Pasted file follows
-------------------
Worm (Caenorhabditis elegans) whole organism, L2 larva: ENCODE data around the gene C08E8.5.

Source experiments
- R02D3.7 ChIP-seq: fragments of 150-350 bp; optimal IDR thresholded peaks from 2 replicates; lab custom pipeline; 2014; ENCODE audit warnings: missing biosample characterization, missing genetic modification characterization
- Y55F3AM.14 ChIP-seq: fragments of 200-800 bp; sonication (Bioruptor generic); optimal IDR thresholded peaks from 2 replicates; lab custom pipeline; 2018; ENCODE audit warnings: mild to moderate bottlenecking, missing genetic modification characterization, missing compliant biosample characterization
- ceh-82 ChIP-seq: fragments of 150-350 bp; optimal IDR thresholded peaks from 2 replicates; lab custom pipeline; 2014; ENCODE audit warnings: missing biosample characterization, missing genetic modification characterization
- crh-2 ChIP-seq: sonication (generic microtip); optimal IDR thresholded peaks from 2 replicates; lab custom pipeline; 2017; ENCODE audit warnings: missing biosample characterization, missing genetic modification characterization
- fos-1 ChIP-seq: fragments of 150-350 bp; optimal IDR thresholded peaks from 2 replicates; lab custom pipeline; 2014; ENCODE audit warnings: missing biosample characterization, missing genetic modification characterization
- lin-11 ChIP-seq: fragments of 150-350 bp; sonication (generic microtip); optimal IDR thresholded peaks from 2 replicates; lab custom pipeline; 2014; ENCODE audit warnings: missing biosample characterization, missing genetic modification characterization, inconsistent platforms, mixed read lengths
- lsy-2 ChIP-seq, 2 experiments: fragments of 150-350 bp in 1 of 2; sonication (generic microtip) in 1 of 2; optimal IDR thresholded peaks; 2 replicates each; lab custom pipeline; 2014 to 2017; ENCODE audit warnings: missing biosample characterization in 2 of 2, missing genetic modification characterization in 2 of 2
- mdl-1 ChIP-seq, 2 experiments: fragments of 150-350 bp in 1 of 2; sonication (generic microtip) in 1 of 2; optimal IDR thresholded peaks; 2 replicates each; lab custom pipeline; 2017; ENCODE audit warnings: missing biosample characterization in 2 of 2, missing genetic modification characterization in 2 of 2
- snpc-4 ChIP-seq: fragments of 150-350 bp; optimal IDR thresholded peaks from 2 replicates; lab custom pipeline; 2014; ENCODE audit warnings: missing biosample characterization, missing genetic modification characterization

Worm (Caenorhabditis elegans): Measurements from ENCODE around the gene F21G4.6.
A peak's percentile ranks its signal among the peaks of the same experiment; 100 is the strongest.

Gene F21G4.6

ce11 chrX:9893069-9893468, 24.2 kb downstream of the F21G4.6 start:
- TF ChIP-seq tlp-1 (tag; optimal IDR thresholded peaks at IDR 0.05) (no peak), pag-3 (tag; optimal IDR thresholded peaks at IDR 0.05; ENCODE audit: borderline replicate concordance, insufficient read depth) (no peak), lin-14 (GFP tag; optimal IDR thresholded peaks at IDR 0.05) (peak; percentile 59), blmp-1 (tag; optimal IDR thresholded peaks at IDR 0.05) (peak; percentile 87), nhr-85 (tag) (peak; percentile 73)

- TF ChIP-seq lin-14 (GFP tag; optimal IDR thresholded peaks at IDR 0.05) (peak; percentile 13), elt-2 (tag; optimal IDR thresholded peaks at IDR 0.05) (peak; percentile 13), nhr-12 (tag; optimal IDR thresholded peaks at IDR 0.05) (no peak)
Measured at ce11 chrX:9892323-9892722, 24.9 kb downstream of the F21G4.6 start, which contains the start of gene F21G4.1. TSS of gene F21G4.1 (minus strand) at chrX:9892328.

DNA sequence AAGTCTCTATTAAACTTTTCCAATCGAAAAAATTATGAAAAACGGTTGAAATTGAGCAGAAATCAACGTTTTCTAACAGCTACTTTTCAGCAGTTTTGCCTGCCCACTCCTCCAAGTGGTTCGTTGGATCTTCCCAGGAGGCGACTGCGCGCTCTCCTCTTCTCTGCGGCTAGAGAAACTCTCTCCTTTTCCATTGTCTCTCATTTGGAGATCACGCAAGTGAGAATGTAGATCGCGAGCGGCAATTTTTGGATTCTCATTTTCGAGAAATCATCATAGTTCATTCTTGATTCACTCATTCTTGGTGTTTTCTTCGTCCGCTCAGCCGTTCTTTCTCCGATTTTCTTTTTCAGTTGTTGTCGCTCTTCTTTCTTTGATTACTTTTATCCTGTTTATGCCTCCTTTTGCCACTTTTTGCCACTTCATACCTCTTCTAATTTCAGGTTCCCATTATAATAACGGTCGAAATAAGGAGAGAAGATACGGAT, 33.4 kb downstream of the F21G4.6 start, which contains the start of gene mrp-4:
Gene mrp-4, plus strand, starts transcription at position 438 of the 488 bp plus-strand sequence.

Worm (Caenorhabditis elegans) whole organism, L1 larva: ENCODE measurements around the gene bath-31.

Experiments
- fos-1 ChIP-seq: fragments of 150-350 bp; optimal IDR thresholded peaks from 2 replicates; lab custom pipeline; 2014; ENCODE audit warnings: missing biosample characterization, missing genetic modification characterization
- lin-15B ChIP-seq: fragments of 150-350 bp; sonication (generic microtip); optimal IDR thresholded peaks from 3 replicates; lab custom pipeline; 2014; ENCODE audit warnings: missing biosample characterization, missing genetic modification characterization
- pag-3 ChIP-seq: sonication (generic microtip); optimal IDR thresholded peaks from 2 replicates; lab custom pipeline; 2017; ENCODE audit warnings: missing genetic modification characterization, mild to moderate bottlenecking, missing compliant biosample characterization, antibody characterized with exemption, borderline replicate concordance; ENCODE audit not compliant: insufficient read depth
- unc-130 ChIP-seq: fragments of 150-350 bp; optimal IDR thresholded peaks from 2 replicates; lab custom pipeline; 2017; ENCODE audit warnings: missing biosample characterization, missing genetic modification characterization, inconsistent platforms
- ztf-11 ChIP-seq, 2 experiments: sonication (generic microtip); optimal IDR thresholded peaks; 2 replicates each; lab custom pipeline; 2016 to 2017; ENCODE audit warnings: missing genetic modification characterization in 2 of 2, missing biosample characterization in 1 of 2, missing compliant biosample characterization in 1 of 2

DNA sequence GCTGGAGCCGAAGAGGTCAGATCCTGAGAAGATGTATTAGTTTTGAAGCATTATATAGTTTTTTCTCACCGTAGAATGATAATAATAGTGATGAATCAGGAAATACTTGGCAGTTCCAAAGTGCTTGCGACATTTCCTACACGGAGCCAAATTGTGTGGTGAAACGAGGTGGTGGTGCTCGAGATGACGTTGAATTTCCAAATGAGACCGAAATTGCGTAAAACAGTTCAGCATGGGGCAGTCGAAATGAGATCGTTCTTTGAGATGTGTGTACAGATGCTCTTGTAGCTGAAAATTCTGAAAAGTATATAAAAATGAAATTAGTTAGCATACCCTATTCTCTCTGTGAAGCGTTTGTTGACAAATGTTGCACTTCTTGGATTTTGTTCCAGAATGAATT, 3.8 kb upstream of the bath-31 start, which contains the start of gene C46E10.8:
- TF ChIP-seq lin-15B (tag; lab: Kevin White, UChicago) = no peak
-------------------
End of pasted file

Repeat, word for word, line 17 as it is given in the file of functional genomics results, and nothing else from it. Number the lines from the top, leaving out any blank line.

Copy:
- TF ChIP-seq lin-14 (GFP tag; optimal IDR thresholded peaks at IDR 0.05) (peak; percentile 13), elt-2 (tag; optimal IDR thresholded peaks at IDR 0.05) (peak; percentile 13), nhr-12 (tag; optimal IDR thresholded peaks at IDR 0.05) (no peak)